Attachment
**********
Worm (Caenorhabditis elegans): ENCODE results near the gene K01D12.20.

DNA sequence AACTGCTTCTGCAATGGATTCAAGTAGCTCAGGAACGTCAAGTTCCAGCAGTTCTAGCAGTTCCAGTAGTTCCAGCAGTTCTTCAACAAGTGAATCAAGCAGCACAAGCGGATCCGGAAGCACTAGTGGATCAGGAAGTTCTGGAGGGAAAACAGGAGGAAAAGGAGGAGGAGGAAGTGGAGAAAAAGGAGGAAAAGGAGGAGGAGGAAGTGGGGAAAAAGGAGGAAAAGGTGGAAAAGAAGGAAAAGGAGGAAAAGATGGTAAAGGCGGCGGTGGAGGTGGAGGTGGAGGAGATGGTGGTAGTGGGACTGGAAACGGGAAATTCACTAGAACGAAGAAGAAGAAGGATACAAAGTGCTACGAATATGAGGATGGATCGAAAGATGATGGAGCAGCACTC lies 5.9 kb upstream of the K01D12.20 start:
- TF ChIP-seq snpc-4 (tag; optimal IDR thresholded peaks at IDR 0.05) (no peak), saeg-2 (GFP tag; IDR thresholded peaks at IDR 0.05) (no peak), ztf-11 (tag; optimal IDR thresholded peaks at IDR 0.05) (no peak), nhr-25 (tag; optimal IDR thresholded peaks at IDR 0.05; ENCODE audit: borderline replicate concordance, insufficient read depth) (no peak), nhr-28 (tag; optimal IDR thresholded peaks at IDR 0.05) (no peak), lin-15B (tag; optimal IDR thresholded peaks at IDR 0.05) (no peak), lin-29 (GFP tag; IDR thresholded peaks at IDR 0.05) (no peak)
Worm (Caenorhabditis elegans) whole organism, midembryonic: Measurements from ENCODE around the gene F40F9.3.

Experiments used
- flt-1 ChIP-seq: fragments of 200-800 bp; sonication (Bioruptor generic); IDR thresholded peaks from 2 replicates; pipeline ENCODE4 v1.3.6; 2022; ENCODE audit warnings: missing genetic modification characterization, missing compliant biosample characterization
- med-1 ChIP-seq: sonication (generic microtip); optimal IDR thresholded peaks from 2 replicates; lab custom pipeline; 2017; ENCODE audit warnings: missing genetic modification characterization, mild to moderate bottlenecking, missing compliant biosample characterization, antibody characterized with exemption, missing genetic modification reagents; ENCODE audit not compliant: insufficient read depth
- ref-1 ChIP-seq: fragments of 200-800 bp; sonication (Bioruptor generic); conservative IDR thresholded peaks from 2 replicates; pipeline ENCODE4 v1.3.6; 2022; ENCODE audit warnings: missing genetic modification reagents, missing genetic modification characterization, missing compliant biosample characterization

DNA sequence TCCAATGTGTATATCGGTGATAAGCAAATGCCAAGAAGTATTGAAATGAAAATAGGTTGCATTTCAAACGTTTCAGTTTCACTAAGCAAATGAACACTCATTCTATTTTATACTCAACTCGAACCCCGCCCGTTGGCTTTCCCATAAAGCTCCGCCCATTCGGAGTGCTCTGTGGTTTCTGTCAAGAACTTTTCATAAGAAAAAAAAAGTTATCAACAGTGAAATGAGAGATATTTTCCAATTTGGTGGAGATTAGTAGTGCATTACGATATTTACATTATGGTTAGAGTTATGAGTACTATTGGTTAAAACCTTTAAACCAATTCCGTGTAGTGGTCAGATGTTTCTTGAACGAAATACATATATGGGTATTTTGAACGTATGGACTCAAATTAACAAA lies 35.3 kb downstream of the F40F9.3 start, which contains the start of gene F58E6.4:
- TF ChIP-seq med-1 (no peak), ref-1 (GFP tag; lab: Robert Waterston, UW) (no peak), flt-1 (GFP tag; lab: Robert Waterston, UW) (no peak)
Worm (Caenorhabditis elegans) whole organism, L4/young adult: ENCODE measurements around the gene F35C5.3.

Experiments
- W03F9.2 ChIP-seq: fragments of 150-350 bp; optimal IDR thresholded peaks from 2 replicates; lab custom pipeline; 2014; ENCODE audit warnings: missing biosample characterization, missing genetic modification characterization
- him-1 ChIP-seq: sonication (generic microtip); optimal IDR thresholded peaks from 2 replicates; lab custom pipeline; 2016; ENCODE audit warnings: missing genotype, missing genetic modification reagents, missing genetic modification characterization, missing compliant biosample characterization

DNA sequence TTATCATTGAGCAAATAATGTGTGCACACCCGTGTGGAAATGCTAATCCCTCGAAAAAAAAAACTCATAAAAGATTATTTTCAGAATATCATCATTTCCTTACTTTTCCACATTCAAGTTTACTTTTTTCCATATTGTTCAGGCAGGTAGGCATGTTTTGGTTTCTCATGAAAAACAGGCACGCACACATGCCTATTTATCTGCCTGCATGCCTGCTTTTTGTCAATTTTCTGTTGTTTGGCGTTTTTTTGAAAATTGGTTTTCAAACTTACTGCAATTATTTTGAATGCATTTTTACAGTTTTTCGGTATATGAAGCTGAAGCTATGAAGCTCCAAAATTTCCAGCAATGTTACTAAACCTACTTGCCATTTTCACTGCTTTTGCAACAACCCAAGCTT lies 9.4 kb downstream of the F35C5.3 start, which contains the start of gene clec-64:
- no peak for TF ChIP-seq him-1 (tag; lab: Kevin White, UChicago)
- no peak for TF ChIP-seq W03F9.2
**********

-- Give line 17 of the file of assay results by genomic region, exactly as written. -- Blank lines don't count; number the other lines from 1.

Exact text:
- no peak for TF ChIP-seq W03F9.2